Suggestion to UM president Donna Shalala: solicit support for a new study of corruption from Lennar and Stuart Miller, a UM board member and on whose corporate board she sits, the John S. and James L. Knight Foundation, or Leonard Abess, an environmental philanthropist. Just a thought, but a thought that came to me in the context of a report by environmental journalist Bruce Ritchie, "Suwannee River Water Management District chief quits, warns Senate panel about water policy." Former District chief David Still told the GOP led legislature, "People have asked me, 'How you like what you're doing in the Legislature? ... The truth of the matter is I really want to tell them -- you won't hear this out of me very often -- I'm scared. I'm scared what is going to happen in our future with water."
What do the people of Florida recognize that the legislature doesn't? That to accommodate ceaseless growth of the cement and asphalt based footprint of development in Florida we are destroying our fresh water future. Its the same manifesto-- growth at any cost-- that made Florida the centerpiece of the housing boom and bust; mainly for the political influence peddling and campaign money that coalesced around former Governor Jeb Bush and an immoveable Republican majority in the legislature. Destroying our water future is in the genetic code of the Florida builders and associations like the Latin Builders: just give us the water we want, now. Keep the costs low. Keep building platted subdivisions in wetlands and open space. Never mind the future.
This is no exaggeration: the most important of Miami-Dade's 20 year plans based on its consumptive use permit with the state of Florida's water management district have been scrapped since Gov. Rick Scott took office. There is a virtual halt to enforcement and planning by state regulatory authority.
Don't get me wrong: I am not letting Democrats off the hook. When the Democrats had their turn at running the state of Florida and through their influence in Congress, not much was done to protect -- and I mean really to protect-- our water and air. Statewide candidates for office in Florida have been notoriously slow and indifferent to the ways that corruption is pervasive in environmental regulatory policies and growth management.
A recent report by the Department of Justice identifies Florida as 4th in the nation for public corruption. But factoring in state prosecutions, we are 1st. Numero Uno.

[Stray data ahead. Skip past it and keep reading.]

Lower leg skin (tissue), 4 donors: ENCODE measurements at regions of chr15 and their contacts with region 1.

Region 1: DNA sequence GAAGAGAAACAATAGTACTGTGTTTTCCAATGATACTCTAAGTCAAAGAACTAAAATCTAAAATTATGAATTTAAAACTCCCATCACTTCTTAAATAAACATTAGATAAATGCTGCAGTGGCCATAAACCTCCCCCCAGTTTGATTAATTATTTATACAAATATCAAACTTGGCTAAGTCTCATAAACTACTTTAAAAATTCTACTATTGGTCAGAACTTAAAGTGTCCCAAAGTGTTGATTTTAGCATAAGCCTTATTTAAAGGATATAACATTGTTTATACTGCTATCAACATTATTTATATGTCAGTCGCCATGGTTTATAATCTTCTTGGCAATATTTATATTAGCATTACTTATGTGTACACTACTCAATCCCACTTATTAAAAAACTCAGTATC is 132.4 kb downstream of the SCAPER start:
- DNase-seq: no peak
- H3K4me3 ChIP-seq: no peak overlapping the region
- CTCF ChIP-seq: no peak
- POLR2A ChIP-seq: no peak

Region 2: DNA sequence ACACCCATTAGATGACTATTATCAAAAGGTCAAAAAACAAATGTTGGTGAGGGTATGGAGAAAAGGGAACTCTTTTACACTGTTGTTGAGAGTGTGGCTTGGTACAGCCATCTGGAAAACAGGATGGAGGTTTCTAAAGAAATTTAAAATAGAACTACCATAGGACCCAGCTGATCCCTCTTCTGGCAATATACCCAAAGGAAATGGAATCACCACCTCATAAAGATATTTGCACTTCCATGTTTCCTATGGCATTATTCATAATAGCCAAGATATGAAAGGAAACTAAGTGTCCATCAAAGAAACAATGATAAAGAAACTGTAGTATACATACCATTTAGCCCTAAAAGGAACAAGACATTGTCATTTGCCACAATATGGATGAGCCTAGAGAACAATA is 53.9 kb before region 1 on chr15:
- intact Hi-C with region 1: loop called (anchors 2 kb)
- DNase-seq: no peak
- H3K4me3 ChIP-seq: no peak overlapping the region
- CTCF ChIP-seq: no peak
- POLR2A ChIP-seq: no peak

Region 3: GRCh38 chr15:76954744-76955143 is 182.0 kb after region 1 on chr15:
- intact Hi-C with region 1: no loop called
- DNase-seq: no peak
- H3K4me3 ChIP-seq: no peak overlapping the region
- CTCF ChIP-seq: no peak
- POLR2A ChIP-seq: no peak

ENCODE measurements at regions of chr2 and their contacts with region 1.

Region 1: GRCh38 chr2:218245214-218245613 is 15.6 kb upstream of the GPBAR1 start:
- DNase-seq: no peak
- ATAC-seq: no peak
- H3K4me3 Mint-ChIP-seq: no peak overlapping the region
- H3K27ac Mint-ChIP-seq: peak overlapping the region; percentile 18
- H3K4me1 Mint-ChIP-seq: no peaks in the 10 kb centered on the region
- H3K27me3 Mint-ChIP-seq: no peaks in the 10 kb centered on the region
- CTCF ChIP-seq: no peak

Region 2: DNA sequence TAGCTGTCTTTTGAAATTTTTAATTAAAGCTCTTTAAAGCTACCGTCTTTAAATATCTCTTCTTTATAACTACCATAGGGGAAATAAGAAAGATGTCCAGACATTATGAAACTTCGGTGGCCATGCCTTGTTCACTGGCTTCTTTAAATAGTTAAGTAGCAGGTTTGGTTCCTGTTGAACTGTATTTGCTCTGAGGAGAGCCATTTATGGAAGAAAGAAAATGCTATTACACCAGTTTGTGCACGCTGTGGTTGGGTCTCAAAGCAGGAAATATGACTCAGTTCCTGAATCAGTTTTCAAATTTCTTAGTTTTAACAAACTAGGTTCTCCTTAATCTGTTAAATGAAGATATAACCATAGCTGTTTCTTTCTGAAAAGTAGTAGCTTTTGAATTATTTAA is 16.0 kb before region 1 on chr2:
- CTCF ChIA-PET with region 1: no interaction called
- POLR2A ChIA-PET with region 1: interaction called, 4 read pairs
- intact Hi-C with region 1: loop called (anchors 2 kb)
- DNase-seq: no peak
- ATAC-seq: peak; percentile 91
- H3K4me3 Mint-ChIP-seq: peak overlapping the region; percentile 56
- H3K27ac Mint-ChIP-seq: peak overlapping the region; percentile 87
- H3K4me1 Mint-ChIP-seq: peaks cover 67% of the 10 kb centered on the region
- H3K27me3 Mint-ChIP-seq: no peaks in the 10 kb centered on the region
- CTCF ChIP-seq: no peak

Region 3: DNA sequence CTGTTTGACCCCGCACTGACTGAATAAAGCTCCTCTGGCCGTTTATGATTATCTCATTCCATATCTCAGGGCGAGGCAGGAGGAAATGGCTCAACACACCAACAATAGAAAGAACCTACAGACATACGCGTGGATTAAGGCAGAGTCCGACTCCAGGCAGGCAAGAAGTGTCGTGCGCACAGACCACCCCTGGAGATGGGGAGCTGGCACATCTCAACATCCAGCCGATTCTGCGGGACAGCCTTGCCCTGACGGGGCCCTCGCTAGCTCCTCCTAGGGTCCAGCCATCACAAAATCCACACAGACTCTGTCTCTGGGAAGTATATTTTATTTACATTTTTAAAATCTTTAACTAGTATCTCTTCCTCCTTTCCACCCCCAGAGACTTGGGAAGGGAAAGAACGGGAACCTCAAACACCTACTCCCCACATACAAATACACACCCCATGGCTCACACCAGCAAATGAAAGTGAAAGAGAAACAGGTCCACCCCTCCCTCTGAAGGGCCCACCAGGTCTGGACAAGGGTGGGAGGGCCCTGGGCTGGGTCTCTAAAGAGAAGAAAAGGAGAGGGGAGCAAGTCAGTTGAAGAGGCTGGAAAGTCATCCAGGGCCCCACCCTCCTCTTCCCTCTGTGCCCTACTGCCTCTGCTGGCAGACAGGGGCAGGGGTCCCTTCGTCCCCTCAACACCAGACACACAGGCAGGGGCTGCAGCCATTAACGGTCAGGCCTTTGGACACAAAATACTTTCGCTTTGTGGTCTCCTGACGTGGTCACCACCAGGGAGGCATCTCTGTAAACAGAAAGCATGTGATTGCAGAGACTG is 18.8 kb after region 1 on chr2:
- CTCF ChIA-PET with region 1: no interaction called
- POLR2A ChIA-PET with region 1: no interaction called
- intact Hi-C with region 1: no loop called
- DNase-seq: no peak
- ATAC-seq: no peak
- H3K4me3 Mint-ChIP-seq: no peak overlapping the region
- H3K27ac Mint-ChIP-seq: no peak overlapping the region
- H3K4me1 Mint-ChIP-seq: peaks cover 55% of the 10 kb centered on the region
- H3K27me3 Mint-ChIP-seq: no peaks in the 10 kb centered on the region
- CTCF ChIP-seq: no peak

This leads me to thoughts about addressing corruption. Unfortunately we don't want to call corruption for what it is; not just the money under the table that lands county commissioners in jail, but policies that circumvent the will of the people as broadly expressed in important laws and regulations and for which loopholes are constantly being created. The goal posts change. The baselines vanish and are rewritten. Fast numerical standards on pollution become "narrative" standards. The Florida legislature hasn't even reckoned with the most dangerous pollutant of all, pervasive in Florida water: methylized mercury.
There you have it: the Florida legislature is obsessed with the moment of conception but cares not a shilling or dime for the pollution that is known to alter genes and creates terrible neurological deficits. This reminds me of the comment by super PAC organizer Karl Rove to the New York Times in 2003, when he was arguably the most important person in the Bush White House. Rove said, ''We're an empire now, and when we act, we create our own reality. And while you're studying that reality -- judiciously, as you will -- we'll act again, creating other new realities, which you can study too, and that's how things will sort out. We're history's actors . . . and you, all of you, will be left to just study what we do.'' I call that, corruption.
about water policy
Bruce Ritchie, 02/15/2012 - 01:15 PM
Suwannee River Water Management District Executive Director David Still, who
warned a Senate panel on Tuesday that residents in his region are "mad as